“How hard is this ride going to be?” Here’s what you need to know when deciding to show up to a Velo group ride.
Group ride can mean anything from full on no-rules racing to bar-hopping and everything in between. And for many in Steamboat, their experience (for better or worse) has been the weeknight OP Tuesday Night Worlds, where you had no idea who would show up but could be pretty sure it would explode like a cheap suit. For 2021, it’s a team goal to communicate what type of group ride is planned using the levels and general guidelines below. Ultimately, the group that shows up will decide how they want to play together, but the goal is that these ride levels will encourage similar expectations, behavior, and a positive culture when we ride together as a team.
*In order to keep our rides safe and build camaraderie, Steamboat Velo rides are for members only (no drop in’s please). We strive to foster a team of likeminded riders who are comfortable riding together, rather than offer free community rides. If you want to join in, shoot us a note first.
Level 1: Social Ride/Recovery pace– This one is pretty self explanatory, but surprisingly hard to do correctly. It means a sub-tempo pace, no breathing hard, and frequently looking back to make sure the group sticks together. We’ll aim for routes that have gentle hills, but if there is a big climb we will absolutely stop at the top. Remember effective ‘training’ should have plenty of easy rides so your hard rides are even harder. Plus, your teammates are a pretty interesting bunch to chat with.
Level 2: Base Ride– We’ll start these rides at an easy pace, and build towards something we might call tempo at the highest pace. Given that everyone’s fitness varies, and some may just want to go easier, you can expect regrouping and stopping for mechanicals. If you are just getting into riding with a group, this is a great place to start out. Try start with the group and see how long you can hang on (you might surprise yourself). Strong riders might find this pace easy and newer riders might be challenged, but having a variety of abilities works as long as we’re looking out for each other and regrouping.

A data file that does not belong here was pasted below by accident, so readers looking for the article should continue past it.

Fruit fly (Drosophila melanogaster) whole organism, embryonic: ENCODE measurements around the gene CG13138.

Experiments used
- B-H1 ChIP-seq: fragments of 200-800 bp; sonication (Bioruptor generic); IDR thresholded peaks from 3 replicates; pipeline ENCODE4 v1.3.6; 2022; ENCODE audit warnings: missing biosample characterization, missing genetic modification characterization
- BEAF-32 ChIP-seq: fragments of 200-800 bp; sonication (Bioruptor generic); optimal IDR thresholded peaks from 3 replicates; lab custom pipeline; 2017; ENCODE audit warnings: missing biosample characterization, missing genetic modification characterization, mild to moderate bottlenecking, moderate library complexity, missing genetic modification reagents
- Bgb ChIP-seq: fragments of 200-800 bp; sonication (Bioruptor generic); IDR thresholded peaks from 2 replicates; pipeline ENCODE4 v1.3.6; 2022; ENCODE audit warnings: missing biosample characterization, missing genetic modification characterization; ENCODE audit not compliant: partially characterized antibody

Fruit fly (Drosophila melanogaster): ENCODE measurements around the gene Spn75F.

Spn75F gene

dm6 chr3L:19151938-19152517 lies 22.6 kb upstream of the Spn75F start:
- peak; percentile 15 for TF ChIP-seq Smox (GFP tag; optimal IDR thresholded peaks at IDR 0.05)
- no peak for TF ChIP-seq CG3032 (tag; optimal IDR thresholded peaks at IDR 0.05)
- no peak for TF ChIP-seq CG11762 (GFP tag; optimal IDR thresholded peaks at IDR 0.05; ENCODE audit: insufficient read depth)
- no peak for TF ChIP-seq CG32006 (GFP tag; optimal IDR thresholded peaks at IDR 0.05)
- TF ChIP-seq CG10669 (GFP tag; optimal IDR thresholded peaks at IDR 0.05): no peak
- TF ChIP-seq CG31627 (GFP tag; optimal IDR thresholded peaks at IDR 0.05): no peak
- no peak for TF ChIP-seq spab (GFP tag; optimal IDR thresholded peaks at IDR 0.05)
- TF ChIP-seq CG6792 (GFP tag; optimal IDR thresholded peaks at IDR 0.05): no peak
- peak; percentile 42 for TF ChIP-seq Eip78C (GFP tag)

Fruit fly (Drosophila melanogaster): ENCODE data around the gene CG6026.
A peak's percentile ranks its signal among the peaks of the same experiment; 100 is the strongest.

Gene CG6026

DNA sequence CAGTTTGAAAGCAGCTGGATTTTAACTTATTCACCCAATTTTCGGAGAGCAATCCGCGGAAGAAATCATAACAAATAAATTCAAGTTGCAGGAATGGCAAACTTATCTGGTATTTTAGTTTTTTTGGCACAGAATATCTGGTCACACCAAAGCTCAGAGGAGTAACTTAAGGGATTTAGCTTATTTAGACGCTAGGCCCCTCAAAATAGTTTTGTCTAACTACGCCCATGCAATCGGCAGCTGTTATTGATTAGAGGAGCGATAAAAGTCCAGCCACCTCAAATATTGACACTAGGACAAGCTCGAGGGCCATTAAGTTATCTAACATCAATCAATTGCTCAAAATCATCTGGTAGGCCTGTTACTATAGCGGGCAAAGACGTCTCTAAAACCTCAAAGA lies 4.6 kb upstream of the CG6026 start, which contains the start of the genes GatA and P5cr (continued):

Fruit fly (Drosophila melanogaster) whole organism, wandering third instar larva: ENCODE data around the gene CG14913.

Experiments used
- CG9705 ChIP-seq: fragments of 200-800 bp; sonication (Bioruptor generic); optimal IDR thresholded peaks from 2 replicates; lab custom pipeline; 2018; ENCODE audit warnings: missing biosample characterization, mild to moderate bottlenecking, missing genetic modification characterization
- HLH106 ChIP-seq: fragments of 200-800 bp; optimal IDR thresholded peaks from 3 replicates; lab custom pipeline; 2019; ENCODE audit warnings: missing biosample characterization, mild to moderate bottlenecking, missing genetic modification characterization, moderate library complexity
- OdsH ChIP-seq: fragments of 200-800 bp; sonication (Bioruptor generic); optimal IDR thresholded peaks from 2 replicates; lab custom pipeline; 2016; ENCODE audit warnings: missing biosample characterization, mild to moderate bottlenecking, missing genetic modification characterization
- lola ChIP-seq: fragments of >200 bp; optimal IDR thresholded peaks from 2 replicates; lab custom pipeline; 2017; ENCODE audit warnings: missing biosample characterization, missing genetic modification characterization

Level 3: Moderate Intensity- Many group rides without any objectives end up speeding past moderate to race pace, but we want to make this level conducive to the group with a little self control, rather than the strongest rider’s intervals. On these rides, we will aim to to have designated segments on the route where we can go harder, potentially splitting the group, and then have a clear regroup point afterwards. Alternatively, expect the group to settle into a smooth pace line at tempo pace. Regrouping and the amount of waiting will be at the discretion of the group, so yes, please draft as much as you can, and remember there are more rides to come if you have to roll home solo. *Consider doing your intervals before or after the group portion of the ride.*
Level 4: Group rotation/pace line – Everyone loves a good hammer (unless you are the nail), but this is not Tuesday Night Worlds style of hard. Riding with a group in a smooth rotating pace line can be extremely valuable training and is often harder than soloing off the front (and then blowing up). The key with this type of ride is for each rider to maintain a smooth power output up and down hills; imagine a tight elastic band, rather than a loose band with hard surges, snapping the whole group behind. Specifics of the group rotation (like how long you sit at the front) are at the discretion of the group, but if you ride with experienced riders that know how to rotate, this will often just happen without having instruction. *There is no problem at all sitting at the back of a rotation and not pulling through, it’s super fun and allows you to catch your breath! **And please no surging up climbs and coasting down hills at this level. Yes, it’s tempting, but again think tight of a tight elastic group and a smooth power curve.
Level 5: Let’s race! Mock time trials, staggered start time trials, team events, and full drop rides where we attack the snot out of each other. This is where you can test what you’ve got, push those highest levels of intensity, and simulate race environments and situations. Allez, allez!
Mountain Biking: Mountain biking as a group can be a little tricky. Technical abilities come into play for uphills and downhills, and big groups on trails become cumbersome not only for the group, but for other trail users as well. We’ll strive to keep these in groups of 5 or less, and you can expect that they will split apart, with a set regroup and snack spot.